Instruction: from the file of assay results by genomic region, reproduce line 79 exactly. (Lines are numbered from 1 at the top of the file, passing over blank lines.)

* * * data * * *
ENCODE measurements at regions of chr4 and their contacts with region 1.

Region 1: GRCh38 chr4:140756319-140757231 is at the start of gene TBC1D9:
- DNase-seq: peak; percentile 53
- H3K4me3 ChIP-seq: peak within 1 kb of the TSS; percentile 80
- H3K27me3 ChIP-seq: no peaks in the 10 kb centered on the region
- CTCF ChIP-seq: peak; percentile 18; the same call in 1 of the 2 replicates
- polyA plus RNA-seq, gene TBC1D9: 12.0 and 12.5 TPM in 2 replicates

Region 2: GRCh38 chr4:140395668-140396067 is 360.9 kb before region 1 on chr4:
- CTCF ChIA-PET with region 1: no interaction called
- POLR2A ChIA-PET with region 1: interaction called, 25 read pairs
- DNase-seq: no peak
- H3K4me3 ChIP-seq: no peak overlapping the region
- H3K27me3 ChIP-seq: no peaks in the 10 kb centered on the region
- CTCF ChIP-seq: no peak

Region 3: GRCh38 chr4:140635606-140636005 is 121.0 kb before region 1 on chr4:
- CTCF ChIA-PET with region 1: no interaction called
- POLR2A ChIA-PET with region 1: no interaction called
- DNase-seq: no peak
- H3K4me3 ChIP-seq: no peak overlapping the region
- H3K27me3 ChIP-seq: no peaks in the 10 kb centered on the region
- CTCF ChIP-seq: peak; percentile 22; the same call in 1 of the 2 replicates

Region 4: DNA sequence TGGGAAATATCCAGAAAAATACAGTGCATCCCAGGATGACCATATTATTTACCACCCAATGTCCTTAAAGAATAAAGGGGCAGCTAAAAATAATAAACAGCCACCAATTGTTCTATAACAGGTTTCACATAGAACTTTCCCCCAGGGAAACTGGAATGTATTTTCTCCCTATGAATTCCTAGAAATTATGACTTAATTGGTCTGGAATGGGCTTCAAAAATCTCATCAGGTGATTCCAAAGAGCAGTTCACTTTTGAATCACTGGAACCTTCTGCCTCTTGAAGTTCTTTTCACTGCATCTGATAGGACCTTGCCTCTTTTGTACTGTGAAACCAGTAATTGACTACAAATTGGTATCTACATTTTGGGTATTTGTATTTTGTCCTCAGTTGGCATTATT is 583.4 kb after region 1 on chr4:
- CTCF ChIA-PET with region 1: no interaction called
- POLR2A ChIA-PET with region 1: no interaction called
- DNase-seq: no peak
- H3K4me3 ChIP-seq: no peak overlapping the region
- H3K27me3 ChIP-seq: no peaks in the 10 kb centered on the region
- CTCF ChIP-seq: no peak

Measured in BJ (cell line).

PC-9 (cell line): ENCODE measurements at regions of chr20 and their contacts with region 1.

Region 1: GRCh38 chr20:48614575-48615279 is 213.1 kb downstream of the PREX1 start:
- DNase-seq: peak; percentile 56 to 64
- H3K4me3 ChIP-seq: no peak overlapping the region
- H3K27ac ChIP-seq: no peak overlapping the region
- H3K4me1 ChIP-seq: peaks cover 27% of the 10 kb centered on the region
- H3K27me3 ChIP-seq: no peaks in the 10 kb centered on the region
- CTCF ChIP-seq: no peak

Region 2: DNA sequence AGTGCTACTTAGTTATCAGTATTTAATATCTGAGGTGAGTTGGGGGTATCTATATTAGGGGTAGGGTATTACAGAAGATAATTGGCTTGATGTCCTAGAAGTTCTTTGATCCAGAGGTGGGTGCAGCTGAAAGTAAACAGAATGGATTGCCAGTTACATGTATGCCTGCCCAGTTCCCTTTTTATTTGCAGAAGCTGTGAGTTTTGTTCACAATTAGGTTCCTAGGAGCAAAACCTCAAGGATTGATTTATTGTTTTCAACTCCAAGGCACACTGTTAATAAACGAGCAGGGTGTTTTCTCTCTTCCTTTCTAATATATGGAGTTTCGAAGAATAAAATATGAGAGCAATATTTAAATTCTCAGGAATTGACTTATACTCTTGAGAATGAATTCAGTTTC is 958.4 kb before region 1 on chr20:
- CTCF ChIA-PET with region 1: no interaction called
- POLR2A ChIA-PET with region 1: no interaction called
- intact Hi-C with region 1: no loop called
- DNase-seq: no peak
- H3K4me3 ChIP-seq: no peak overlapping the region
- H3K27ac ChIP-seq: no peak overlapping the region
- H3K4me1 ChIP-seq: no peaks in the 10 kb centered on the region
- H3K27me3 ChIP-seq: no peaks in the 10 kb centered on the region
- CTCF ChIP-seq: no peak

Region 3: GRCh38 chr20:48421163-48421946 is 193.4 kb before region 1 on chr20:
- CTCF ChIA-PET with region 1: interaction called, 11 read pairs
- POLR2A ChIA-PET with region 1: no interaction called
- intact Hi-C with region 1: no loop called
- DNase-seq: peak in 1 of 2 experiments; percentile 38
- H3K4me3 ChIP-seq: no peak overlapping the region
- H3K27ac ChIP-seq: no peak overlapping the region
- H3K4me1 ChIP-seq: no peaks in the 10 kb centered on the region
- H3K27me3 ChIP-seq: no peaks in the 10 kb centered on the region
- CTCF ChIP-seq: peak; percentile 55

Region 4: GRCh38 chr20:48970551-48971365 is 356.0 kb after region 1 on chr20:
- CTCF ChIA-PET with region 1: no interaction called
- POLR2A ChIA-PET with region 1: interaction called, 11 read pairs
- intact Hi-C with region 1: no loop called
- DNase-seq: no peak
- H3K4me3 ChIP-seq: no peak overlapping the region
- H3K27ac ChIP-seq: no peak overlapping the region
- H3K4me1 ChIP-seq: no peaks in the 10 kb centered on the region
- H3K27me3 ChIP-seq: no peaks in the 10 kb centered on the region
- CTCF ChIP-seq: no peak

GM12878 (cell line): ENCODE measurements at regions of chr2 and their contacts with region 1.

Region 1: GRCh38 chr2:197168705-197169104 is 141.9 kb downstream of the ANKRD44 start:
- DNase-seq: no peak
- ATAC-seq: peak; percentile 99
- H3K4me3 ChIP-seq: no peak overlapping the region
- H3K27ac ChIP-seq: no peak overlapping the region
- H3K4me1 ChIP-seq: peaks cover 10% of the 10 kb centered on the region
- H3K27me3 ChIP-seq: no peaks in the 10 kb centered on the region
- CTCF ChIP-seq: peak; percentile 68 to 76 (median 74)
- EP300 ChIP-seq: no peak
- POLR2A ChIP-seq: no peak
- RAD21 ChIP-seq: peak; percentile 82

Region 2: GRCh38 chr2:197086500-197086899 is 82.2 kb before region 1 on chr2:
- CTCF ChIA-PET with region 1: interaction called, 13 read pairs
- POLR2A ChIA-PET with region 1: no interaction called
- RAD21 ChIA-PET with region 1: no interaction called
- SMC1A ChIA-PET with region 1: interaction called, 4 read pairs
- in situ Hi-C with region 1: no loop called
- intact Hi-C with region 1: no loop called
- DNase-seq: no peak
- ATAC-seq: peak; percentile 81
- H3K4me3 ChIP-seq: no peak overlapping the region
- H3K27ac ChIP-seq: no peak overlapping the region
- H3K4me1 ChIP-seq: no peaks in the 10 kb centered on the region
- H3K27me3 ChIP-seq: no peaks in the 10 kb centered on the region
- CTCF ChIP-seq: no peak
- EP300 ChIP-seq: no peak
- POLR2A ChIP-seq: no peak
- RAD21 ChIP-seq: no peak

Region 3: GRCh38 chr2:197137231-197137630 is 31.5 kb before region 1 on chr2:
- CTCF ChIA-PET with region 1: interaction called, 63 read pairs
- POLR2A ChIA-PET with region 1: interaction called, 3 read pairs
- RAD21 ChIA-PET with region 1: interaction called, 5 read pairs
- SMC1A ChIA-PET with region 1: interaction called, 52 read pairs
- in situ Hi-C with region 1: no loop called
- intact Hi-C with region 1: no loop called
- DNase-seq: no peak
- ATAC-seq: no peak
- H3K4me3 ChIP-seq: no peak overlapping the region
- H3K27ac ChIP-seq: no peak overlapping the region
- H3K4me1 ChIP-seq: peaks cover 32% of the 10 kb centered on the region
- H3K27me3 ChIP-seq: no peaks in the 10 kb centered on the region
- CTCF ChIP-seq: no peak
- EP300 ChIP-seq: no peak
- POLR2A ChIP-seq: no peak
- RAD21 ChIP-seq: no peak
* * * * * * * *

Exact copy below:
- RAD21 ChIP-seq: peak; percentile 82